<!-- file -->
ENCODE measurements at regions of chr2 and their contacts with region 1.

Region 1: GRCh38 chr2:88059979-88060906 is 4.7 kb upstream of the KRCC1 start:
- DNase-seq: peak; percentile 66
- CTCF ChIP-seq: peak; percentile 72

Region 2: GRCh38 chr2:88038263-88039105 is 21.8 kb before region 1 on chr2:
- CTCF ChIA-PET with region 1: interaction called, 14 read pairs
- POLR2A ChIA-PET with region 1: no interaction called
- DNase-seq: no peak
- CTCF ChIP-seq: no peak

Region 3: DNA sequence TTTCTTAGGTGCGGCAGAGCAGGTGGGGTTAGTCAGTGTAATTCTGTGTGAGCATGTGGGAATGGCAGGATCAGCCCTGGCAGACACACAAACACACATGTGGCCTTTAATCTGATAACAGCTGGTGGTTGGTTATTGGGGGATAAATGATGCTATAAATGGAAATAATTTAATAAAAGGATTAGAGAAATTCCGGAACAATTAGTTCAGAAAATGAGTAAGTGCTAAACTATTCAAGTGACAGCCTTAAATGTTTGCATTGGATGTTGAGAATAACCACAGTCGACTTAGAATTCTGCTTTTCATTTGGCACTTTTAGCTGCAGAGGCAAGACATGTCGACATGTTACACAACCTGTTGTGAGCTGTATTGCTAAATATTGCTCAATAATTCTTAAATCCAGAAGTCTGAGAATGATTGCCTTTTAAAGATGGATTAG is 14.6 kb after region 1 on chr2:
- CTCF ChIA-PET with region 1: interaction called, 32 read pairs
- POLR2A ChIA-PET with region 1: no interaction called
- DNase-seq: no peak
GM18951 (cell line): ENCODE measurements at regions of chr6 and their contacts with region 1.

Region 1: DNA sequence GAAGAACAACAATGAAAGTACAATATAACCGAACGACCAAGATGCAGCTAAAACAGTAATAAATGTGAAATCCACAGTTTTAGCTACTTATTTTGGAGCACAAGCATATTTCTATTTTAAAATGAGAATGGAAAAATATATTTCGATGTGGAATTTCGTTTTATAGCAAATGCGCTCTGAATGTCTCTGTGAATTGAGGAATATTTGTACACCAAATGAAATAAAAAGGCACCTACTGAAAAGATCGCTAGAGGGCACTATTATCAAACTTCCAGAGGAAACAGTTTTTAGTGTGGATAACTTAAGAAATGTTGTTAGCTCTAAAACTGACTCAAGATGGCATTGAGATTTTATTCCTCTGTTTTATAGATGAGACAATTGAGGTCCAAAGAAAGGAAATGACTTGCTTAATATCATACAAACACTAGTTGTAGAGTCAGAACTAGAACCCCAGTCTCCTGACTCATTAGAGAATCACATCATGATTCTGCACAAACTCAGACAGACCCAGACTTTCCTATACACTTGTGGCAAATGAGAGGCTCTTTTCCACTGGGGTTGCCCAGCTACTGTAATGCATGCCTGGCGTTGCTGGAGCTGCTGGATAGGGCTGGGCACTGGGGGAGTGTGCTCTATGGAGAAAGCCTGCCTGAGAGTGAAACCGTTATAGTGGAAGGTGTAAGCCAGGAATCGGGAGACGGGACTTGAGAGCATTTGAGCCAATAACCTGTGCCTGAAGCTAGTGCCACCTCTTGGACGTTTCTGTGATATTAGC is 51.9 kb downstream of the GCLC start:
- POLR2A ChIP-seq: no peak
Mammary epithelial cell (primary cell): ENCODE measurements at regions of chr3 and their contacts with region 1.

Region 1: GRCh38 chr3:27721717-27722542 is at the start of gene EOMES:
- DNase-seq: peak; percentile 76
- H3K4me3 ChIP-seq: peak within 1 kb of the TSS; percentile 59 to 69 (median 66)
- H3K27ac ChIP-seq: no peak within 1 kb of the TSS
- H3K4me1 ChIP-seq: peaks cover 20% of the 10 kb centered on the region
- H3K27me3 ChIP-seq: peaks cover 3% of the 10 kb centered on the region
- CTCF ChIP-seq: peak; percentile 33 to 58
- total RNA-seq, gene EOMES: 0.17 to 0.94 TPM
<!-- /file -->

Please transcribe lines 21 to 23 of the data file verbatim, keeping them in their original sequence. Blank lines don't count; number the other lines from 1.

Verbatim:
- H3K27ac ChIP-seq: no peak within 1 kb of the TSS
- H3K4me1 ChIP-seq: peaks cover 20% of the 10 kb centered on the region
- H3K27me3 ChIP-seq: peaks cover 3% of the 10 kb centered on the region